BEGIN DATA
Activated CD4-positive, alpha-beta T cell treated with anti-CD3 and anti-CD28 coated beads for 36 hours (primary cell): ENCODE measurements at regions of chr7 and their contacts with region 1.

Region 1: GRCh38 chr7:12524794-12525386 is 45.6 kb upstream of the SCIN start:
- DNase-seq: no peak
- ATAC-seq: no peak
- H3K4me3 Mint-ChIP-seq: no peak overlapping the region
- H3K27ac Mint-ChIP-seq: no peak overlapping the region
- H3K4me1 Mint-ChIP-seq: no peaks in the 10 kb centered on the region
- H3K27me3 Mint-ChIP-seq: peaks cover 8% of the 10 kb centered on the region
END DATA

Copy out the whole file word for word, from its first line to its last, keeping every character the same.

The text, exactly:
Activated CD4-positive, alpha-beta T cell treated with anti-CD3 and anti-CD28 coated beads for 36 hours (primary cell): ENCODE measurements at regions of chr7 and their contacts with region 1.

Region 1: GRCh38 chr7:12524794-12525386 is 45.6 kb upstream of the SCIN start:
- DNase-seq: no peak
- ATAC-seq: no peak
- H3K4me3 Mint-ChIP-seq: no peak overlapping the region
- H3K27ac Mint-ChIP-seq: no peak overlapping the region
- H3K4me1 Mint-ChIP-seq: no peaks in the 10 kb centered on the region
- H3K27me3 Mint-ChIP-seq: peaks cover 8% of the 10 kb centered on the region